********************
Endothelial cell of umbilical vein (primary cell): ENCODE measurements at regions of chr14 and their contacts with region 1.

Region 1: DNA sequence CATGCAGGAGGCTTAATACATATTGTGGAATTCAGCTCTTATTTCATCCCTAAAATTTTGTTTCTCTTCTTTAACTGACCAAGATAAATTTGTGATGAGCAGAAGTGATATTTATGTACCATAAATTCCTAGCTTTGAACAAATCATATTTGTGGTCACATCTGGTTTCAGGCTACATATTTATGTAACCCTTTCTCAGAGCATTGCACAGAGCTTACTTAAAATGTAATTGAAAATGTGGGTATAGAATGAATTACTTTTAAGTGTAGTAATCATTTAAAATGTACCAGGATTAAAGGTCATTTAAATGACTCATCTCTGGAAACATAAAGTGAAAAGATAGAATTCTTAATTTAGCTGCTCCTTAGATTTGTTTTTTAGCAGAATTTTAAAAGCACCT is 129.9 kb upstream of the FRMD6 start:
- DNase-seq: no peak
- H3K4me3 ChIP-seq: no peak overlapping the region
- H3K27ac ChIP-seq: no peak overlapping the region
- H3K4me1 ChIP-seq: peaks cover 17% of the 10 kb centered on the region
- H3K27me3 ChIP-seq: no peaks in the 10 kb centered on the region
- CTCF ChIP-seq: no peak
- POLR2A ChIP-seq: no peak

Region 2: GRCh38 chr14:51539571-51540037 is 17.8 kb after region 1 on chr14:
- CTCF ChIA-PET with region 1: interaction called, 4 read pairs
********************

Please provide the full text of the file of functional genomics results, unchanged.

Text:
Endothelial cell of umbilical vein (primary cell): ENCODE measurements at regions of chr14 and their contacts with region 1.

Region 1: DNA sequence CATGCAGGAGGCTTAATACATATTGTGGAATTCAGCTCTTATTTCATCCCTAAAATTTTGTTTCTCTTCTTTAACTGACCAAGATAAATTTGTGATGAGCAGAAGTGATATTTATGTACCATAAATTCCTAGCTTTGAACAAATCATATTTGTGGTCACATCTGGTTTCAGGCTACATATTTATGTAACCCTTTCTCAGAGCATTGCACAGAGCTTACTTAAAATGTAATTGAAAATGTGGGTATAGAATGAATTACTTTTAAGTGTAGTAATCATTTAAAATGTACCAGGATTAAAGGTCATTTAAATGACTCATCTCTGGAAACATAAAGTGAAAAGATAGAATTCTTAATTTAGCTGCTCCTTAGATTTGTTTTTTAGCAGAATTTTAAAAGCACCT is 129.9 kb upstream of the FRMD6 start:
- DNase-seq: no peak
- H3K4me3 ChIP-seq: no peak overlapping the region
- H3K27ac ChIP-seq: no peak overlapping the region
- H3K4me1 ChIP-seq: peaks cover 17% of the 10 kb centered on the region
- H3K27me3 ChIP-seq: no peaks in the 10 kb centered on the region
- CTCF ChIP-seq: no peak
- POLR2A ChIP-seq: no peak

Region 2: GRCh38 chr14:51539571-51540037 is 17.8 kb after region 1 on chr14:
- CTCF ChIA-PET with region 1: interaction called, 4 read pairs